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Social tension and anxiety

answered 12:39 PM EST, Fri November 11, 2011
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I’m an educated and well read person with a wide range of interests and activities. When I am with family or close friends I have no trouble engaging in stimulating and enjoyable conversations, but as soon as I try to make any kind of conversation with a person I don’t know well, I always come across as some kind of idiot.

I don’t know why I get so tongue tied, but as soon as I am forced to make conversation with a stranger my mind always goes blank and I can never think of comebacks for little jokes and I generally just wish I could disappear. Since most conversations tend to go this way I try my best to avoid engaging with people beyond my immediate network of family and close friends…and this is not an ideal situation, I have come to realize, especially as my circle of close friends seems to be dwindling as people move away and yet is never replenished with new faces.

Are difficulties such as mine something that can be addressed through counseling? I wonder if I could learn to be less nervous and tongue tied through relaxation exercises or some sort of practice therapy, or maybe even medication.

Loren Gelberg-Goff Says...

Please let's start with the fact that this is a problem many people have.  You are not alone!  The first question I need to ask is whether or not you ever had a traumatic, stressful, negative experience in a social situation?  Often times, even when we are very young those feelings linger even when the event seems long forgotten and then the response to new social situations remain.  That said, counseling can be helpful in uncovering and understanding where this anxiety comes from.  Once something becomes a habit, your belief that you are anxious and tongue tied in new social situations becomes reinforced. This belief CAN be changed, modified even dissolved.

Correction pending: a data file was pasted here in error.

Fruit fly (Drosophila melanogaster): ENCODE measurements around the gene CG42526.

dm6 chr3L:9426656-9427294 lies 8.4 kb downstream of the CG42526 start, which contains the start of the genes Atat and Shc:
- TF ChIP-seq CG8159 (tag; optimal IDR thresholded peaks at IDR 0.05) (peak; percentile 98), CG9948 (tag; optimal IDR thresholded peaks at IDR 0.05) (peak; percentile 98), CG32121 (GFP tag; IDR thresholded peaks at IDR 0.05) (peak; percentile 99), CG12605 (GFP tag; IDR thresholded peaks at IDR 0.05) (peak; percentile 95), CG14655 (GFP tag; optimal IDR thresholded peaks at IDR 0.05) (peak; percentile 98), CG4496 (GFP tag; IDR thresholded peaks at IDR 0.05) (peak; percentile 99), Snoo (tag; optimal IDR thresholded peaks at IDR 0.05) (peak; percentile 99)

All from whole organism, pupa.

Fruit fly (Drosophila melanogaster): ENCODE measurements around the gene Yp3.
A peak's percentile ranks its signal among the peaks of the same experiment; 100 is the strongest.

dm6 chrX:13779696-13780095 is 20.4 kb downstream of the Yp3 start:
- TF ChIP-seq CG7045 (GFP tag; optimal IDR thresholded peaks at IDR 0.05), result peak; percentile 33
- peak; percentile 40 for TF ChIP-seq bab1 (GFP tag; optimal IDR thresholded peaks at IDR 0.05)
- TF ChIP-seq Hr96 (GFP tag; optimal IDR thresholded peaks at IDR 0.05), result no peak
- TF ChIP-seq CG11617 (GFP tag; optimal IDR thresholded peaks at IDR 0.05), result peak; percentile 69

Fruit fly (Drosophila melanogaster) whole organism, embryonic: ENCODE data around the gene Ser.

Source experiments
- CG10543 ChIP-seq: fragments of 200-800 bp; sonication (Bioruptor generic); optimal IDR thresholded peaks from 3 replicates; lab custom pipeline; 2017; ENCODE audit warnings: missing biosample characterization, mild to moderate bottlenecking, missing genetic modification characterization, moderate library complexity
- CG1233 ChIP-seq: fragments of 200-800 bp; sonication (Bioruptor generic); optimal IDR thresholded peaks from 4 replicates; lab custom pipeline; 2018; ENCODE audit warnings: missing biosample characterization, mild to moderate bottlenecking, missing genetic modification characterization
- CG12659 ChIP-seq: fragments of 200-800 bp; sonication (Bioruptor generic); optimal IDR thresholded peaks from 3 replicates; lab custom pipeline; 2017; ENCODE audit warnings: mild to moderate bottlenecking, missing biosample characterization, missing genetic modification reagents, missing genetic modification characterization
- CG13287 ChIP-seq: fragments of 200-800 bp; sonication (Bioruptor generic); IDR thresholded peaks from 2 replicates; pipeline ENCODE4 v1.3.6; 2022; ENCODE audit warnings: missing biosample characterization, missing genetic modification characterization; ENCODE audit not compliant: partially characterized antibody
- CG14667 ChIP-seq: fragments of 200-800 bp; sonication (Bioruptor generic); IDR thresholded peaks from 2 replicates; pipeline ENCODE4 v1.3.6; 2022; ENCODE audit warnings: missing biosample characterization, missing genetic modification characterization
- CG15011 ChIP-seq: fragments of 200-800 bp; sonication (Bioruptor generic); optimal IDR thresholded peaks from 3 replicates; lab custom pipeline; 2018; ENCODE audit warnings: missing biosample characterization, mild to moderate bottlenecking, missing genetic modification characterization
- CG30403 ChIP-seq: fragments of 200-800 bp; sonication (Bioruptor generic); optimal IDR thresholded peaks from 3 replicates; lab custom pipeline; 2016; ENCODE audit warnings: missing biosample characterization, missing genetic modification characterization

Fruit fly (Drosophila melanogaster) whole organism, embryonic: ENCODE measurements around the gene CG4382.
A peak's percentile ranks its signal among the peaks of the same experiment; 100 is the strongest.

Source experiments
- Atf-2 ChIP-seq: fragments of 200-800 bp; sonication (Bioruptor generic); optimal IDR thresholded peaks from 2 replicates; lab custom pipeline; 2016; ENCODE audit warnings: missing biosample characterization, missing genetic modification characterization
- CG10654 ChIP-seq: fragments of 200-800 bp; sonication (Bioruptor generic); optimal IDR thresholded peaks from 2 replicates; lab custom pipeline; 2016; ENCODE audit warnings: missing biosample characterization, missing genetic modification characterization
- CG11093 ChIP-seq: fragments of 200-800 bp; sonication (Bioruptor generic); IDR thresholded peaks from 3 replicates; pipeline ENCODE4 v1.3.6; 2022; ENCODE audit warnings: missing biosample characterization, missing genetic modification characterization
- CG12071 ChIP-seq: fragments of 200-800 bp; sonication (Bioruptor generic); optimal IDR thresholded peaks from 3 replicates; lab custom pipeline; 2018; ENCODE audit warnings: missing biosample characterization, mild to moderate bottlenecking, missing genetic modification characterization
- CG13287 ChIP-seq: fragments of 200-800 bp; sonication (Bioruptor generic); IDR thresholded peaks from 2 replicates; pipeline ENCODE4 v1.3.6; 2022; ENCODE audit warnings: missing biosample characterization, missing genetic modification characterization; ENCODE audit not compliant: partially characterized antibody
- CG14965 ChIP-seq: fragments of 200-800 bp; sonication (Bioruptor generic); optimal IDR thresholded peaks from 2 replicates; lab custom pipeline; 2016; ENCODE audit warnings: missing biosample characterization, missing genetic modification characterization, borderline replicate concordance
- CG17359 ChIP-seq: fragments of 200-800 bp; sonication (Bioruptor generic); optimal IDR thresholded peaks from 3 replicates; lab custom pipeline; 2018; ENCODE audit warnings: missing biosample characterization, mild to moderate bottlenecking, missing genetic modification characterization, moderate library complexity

There are a number of options open to you that would prove to be helpful and productive in dealing with your stress and anxiety.  1. Counseling with hypnotherapy... get to the root of the problem and shift your belief about yourself from one that is you as the tongue-tied socially uncomfortable individual to a belief that you are exactly as you are in familiar situations... stimulating conversationalist, friendly, interesting, educated. etc/  You, in fact, possess these qualities, so you can learn to share them in new situations.  You can check out my website and access some of my meditations which will also work to relieve your anxiety... (www.wellfromwithin.com) (There are free ones available that you might find helpful overall...)

2. EFT (Emotional Freedom Technique) 

3. Joining (accessing) a therapy group that focuses on coping with life issues... You would be in a supportive setting with an experienced therapist/facilitator so you could practice speaking up in a group setting.

4. Joining a group through work, your place of worship, a hobby/interest so that you start with a common ground from which to grow your social comfort zone.  

5.  Neurofeedback...,. If some of your anxiety is rooted in your neural pathways, this can be modified through neurofeedback so that your reactions would not be present and you'd be better able to handle new situations. This works really well in conjunction with therapy.

I do hope that these suggestions are helpful to you.  Please feel free to contact me should you have any additional questions or need further clarification on any of the above suggestions.  I wish you all the best. Loren

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Page last updated Nov 11, 2011

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